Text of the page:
A Hoberman Sphere:

  • lights up children and adults’ eyes alike
  • is a great teacher’s assistant
  • catches your student’s attention (especially when nothing else can)
  • shows how our lungs expand and contract (and showing always works better than telling, doesn’t it?)

  • was designed and patented by Chuck Hoberman
  • is an isokinetic structure (what’s isokinetic?! Very Well defines an isokinetic muscle contraction as “one in which the muscle contracts and shortens at a constant and consistent rate of speed”. What a great tie-in with how muscles work!
  • helps children understand what a sphere looks like
  • is a HUGE ball that magically fits neatly in your teaching bag
  • delights children’s brain development
  • encourages children’s sensory development
  • connects groups of students together in a common enthusiasm for a transformational object
  • provokes questions about mathematics, science, invention, and art
  • is for all ages (seeing babies’ already big eyes grow even bigger when they observe the sphere expand is pure magic)
  • is magic (“How on earth does it get bigger and grow smaller??!” is a question I have gotten on more than one occasion from my young students).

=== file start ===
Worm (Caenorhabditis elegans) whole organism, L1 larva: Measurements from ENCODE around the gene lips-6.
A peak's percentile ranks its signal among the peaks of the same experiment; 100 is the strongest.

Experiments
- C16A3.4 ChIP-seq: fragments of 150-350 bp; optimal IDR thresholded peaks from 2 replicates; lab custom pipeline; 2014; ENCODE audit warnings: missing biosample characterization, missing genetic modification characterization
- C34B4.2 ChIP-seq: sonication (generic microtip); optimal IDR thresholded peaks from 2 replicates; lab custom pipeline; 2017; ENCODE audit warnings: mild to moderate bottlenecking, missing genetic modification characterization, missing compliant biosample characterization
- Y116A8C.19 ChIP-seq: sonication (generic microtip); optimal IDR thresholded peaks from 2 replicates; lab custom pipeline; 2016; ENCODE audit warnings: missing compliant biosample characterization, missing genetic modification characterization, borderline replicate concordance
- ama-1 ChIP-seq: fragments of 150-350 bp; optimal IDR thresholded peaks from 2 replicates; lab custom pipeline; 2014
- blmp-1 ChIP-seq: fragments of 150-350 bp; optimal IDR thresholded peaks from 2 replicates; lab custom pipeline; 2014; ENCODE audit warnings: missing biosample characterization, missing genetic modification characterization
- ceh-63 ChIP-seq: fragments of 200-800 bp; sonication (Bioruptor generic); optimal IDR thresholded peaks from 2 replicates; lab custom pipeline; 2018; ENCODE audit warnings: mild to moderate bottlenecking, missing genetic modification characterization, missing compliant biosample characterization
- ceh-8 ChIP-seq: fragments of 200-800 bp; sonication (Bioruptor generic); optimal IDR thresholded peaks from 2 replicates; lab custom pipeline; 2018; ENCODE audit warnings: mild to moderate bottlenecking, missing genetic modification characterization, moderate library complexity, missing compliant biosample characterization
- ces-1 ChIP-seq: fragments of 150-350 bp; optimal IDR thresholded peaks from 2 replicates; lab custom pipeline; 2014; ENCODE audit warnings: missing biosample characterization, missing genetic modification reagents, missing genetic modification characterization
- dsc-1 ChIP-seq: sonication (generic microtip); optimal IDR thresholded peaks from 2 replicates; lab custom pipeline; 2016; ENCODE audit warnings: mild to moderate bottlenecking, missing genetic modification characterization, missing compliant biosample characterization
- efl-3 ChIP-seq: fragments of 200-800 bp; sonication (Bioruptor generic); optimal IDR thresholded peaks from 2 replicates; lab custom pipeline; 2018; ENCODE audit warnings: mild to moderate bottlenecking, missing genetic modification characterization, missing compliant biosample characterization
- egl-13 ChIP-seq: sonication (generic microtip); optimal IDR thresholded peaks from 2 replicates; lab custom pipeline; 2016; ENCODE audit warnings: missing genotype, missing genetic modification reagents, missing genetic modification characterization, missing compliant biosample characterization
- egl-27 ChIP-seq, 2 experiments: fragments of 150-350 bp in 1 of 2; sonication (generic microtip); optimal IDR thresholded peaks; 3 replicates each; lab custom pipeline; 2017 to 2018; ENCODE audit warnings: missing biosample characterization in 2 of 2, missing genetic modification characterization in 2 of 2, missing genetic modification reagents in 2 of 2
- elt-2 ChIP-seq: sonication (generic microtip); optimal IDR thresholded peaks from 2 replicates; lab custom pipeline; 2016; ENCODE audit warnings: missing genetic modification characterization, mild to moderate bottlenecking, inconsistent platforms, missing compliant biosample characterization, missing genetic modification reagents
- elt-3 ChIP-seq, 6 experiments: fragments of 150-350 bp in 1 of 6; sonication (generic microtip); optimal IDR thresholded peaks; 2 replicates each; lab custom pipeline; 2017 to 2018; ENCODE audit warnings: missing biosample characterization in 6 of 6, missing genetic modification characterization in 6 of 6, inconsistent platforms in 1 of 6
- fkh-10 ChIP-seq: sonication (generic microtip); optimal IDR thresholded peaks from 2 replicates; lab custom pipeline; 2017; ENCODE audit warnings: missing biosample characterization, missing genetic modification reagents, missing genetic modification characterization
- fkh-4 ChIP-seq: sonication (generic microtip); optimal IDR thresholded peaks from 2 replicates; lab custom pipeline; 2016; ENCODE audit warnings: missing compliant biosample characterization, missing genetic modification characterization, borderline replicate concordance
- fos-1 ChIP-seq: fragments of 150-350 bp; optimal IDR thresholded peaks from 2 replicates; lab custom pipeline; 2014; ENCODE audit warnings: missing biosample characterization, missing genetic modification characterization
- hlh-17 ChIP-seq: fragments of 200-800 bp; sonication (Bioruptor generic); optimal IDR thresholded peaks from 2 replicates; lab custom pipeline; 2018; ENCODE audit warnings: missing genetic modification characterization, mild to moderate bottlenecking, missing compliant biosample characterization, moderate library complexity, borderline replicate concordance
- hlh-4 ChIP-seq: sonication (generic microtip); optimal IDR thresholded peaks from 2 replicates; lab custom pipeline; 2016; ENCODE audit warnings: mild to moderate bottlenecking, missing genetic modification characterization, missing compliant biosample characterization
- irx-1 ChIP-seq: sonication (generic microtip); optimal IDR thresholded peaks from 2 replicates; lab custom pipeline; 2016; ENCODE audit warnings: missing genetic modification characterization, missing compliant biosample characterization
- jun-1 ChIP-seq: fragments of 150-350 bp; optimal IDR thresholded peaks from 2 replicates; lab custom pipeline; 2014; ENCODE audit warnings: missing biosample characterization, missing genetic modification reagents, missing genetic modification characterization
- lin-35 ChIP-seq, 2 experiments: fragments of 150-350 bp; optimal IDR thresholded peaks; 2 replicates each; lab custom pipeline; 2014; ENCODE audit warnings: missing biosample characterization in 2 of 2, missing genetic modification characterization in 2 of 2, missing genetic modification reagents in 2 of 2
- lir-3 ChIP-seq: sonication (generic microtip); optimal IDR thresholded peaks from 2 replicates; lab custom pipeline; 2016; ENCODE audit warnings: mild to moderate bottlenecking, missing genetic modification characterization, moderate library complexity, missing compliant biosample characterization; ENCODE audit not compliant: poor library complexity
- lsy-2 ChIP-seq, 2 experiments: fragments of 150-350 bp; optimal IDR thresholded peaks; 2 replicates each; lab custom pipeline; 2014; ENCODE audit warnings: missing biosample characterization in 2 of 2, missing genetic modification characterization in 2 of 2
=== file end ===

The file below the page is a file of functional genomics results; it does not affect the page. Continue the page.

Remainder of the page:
I delight in sharing the Hoberman Sphere with all of my classes on a regular basis. Currently, I teach weekly thirty minute classes to infants through five year olds. Each age group develops a swift and steady kinship with this fascinating structure that transforms before their very eyes. Giving children the opportunity to witness a transformation take place is a gift that all teachers hopefully are able to share. Once the children have become accustomed to handling the sphere properly and respectfully, giving them the opportunity to take control of the transformation is even cooler.

My students’ absolute favorite activities with the Hoberman Sphere include inhaling and exhaling along with the expansion and the reduction in size, guiding their bodies into the sphere when it is in its largest expansion (if it’s one of the larger spheres!), and lying on their backs and gazing up at the sphere as I open and close it above their heads. The last activity is often a transition from an upright, active exercise to our Secret Garden Savasana.

I invite you to include the Hoberman Sphere in your yoga practice and with your classes! This transformational tool has so much potential; I am excited to hear how you and your students utilize it.

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